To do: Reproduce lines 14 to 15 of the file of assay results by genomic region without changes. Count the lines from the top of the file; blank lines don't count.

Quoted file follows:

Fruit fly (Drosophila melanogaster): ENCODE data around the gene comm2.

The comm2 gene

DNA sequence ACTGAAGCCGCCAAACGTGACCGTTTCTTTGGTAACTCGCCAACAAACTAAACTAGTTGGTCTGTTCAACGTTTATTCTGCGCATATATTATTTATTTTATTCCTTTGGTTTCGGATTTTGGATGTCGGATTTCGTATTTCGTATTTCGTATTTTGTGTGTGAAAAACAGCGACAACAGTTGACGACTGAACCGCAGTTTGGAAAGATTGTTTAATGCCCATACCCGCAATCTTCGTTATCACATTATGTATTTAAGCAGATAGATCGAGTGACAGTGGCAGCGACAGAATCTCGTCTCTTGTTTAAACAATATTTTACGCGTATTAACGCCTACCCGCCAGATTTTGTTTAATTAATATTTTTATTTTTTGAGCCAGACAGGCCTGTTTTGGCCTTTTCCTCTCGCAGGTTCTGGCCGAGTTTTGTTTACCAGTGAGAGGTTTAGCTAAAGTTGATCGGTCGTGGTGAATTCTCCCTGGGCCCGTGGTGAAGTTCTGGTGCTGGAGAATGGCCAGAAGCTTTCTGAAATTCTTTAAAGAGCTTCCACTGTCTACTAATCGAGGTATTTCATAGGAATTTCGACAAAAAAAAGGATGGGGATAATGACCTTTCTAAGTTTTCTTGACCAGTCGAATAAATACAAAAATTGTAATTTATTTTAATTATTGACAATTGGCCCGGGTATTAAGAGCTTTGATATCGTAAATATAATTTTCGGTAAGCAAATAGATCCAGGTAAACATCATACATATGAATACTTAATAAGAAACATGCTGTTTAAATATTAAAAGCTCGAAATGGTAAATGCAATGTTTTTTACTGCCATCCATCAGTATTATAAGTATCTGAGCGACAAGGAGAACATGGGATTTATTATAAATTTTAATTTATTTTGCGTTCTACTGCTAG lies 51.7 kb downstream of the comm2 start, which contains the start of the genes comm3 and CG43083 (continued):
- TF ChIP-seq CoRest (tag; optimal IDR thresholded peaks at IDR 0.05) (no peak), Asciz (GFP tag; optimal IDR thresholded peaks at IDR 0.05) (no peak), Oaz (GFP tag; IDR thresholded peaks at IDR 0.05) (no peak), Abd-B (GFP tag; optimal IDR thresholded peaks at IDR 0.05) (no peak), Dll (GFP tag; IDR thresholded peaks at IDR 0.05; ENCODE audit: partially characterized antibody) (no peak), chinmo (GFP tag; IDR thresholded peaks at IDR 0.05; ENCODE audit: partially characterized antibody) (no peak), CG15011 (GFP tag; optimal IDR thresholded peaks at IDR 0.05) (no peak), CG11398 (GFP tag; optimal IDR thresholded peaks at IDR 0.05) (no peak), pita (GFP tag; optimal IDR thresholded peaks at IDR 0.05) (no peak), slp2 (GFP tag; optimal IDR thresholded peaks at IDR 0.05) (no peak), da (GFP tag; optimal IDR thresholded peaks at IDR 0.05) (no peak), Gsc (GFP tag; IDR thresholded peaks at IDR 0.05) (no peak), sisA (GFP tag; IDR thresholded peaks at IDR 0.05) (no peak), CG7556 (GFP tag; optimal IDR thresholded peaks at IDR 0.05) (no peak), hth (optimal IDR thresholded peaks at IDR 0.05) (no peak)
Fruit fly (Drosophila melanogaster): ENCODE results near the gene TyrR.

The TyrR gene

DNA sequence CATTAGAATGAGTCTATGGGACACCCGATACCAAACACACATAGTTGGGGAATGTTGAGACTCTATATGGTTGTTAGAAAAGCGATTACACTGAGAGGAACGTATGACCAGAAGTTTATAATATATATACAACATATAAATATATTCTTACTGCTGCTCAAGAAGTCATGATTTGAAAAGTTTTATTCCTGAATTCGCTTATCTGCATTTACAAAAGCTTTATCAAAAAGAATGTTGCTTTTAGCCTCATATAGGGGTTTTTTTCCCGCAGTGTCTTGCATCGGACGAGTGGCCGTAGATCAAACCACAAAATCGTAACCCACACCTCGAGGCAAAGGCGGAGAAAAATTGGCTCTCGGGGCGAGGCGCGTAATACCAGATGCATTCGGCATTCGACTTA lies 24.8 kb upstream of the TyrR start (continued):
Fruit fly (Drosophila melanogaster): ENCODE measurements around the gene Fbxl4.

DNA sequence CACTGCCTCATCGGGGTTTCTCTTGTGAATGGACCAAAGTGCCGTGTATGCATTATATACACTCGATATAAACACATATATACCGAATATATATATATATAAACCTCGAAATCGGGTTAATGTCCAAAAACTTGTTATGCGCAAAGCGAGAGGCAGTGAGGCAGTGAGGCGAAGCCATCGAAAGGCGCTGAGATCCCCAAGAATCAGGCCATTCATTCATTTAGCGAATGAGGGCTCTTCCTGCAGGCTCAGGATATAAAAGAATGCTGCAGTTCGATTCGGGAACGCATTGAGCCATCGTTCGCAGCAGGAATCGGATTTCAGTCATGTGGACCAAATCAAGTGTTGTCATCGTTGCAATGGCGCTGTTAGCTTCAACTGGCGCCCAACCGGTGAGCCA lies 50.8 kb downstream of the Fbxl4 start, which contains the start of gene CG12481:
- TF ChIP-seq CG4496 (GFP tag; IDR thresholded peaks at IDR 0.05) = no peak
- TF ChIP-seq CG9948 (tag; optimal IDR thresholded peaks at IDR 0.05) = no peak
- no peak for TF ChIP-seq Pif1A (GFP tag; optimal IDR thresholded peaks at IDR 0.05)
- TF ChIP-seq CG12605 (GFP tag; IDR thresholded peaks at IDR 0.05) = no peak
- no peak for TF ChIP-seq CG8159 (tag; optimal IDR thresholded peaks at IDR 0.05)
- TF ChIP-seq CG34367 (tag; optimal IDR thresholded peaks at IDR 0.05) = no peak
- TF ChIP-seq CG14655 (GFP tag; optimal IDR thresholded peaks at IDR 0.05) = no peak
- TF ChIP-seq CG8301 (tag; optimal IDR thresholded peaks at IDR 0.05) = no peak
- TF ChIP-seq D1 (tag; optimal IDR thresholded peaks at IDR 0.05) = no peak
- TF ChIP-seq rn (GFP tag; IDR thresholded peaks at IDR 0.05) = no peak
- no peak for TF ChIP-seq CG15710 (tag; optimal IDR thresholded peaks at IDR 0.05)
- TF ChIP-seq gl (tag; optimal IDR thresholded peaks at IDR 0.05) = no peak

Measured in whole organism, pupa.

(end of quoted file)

- no peak for TF ChIP-seq CG8159 (tag; optimal IDR thresholded peaks at IDR 0.05)
- TF ChIP-seq CG34367 (tag; optimal IDR thresholded peaks at IDR 0.05) = no peak